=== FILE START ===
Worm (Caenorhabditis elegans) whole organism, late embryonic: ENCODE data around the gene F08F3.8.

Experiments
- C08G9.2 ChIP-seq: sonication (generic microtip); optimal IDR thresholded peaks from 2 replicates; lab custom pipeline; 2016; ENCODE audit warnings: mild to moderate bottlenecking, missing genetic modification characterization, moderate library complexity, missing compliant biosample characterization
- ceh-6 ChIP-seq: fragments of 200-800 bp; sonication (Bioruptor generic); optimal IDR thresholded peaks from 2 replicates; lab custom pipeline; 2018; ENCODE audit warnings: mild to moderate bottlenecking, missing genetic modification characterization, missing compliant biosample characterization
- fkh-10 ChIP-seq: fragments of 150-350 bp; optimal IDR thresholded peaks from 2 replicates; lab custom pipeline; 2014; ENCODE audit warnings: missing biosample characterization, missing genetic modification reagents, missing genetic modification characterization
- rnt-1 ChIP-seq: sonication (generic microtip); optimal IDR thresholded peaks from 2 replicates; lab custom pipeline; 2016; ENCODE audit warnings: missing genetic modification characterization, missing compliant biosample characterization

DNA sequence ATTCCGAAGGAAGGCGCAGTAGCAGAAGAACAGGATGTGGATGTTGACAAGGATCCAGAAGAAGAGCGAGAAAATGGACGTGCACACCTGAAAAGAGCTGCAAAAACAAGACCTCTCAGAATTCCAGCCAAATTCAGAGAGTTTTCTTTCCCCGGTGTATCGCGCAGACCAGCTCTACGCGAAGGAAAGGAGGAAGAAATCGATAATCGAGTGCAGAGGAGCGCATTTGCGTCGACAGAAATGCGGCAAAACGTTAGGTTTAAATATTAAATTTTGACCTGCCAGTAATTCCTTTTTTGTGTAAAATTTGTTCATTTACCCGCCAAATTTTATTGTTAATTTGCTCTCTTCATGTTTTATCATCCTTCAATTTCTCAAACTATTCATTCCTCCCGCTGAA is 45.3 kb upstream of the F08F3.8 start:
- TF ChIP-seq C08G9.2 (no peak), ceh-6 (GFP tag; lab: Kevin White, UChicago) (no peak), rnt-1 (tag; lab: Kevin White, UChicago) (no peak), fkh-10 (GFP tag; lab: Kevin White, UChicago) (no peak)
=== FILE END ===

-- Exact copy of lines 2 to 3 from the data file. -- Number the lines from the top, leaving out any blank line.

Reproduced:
Experiments
- C08G9.2 ChIP-seq: sonication (generic microtip); optimal IDR thresholded peaks from 2 replicates; lab custom pipeline; 2016; ENCODE audit warnings: mild to moderate bottlenecking, missing genetic modification characterization, moderate library complexity, missing compliant biosample characterization